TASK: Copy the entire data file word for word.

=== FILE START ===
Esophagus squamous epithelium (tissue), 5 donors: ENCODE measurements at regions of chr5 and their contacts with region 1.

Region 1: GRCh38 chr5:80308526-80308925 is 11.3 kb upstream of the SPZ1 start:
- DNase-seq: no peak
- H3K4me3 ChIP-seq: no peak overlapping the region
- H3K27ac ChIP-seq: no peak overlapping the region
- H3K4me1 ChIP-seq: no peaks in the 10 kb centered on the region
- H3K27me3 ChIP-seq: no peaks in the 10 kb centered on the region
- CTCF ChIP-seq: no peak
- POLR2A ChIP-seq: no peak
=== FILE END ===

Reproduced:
Esophagus squamous epithelium (tissue), 5 donors: ENCODE measurements at regions of chr5 and their contacts with region 1.

Region 1: GRCh38 chr5:80308526-80308925 is 11.3 kb upstream of the SPZ1 start:
- DNase-seq: no peak
- H3K4me3 ChIP-seq: no peak overlapping the region
- H3K27ac ChIP-seq: no peak overlapping the region
- H3K4me1 ChIP-seq: no peaks in the 10 kb centered on the region
- H3K27me3 ChIP-seq: no peaks in the 10 kb centered on the region
- CTCF ChIP-seq: no peak
- POLR2A ChIP-seq: no peak